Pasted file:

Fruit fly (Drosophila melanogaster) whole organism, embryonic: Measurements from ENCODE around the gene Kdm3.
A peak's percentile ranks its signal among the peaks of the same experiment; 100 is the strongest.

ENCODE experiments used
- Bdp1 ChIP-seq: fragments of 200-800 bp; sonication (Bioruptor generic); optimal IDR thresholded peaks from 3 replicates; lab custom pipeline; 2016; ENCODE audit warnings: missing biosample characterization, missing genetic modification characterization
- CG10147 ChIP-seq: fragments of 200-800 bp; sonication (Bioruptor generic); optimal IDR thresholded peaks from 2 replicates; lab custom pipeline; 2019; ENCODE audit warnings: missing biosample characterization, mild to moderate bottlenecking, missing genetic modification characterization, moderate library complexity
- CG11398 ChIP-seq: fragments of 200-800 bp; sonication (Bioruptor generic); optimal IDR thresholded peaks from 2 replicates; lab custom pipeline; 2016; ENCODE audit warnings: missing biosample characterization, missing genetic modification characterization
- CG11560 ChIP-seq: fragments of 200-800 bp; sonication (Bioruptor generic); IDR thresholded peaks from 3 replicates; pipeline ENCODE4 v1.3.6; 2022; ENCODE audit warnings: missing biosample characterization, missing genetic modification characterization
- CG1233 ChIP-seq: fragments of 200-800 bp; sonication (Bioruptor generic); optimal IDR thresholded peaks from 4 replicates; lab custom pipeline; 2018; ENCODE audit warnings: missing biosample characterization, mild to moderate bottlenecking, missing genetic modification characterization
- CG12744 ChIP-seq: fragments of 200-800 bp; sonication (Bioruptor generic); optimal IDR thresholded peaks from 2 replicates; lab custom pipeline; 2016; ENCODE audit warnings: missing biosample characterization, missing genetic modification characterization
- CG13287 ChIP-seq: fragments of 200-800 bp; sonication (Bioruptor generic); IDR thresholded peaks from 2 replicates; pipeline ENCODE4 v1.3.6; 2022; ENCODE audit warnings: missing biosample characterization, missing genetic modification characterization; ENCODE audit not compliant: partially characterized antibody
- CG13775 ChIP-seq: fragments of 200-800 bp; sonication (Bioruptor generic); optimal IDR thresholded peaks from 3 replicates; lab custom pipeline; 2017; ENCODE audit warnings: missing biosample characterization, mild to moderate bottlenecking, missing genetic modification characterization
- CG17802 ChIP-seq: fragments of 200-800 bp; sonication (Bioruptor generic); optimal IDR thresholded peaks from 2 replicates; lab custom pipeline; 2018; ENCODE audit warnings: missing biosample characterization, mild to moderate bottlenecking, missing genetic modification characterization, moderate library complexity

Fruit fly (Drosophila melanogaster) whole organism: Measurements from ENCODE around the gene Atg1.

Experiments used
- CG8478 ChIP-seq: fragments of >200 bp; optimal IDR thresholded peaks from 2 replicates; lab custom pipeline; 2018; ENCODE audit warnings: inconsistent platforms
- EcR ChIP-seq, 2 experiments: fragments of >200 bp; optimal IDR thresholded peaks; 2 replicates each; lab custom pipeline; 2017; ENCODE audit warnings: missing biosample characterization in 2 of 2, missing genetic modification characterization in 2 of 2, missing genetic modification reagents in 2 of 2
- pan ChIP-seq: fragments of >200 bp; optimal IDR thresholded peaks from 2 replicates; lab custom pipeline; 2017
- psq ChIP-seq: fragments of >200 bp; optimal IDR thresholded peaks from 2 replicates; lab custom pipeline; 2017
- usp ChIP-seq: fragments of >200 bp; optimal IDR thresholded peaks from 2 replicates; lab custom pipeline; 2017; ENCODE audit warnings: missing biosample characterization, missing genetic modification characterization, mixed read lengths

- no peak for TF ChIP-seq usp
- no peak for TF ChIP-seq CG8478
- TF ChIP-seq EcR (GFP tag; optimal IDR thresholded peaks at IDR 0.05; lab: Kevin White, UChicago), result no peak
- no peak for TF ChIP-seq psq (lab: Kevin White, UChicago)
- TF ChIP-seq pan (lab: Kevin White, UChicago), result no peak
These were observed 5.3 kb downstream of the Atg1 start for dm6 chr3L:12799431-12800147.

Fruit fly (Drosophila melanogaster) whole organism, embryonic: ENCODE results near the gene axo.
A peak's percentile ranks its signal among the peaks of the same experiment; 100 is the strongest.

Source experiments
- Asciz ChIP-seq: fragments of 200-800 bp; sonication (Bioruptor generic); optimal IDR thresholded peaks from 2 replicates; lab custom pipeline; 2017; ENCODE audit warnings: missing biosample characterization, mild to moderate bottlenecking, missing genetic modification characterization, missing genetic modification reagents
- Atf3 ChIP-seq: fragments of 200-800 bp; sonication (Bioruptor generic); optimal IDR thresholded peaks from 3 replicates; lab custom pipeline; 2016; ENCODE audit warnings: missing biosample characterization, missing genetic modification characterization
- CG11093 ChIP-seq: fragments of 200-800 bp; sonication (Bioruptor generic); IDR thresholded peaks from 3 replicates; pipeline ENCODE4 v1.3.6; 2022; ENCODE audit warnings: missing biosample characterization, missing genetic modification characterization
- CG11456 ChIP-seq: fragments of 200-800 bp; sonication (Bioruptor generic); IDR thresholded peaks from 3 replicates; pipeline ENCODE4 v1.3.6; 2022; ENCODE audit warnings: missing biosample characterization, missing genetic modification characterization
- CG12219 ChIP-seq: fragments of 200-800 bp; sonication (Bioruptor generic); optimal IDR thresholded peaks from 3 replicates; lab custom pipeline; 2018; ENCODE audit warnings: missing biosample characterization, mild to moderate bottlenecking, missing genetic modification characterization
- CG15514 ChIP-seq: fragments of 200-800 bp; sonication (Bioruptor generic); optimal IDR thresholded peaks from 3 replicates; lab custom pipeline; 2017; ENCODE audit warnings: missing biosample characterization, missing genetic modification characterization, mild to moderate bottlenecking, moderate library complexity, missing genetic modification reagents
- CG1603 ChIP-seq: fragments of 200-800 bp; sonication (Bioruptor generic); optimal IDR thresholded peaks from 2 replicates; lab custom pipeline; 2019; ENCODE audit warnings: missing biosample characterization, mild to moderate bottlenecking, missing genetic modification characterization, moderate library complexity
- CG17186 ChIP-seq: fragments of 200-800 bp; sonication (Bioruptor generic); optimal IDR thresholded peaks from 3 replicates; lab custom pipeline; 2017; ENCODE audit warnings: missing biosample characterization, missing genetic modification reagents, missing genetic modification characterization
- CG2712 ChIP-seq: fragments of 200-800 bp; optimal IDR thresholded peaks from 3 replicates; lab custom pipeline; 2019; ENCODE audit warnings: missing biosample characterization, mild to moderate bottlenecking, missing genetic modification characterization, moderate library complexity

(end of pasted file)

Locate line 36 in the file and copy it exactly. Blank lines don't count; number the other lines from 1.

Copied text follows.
- CG17186 ChIP-seq: fragments of 200-800 bp; sonication (Bioruptor generic); optimal IDR thresholded peaks from 3 replicates; lab custom pipeline; 2017; ENCODE audit warnings: missing biosample characterization, missing genetic modification reagents, missing genetic modification characterization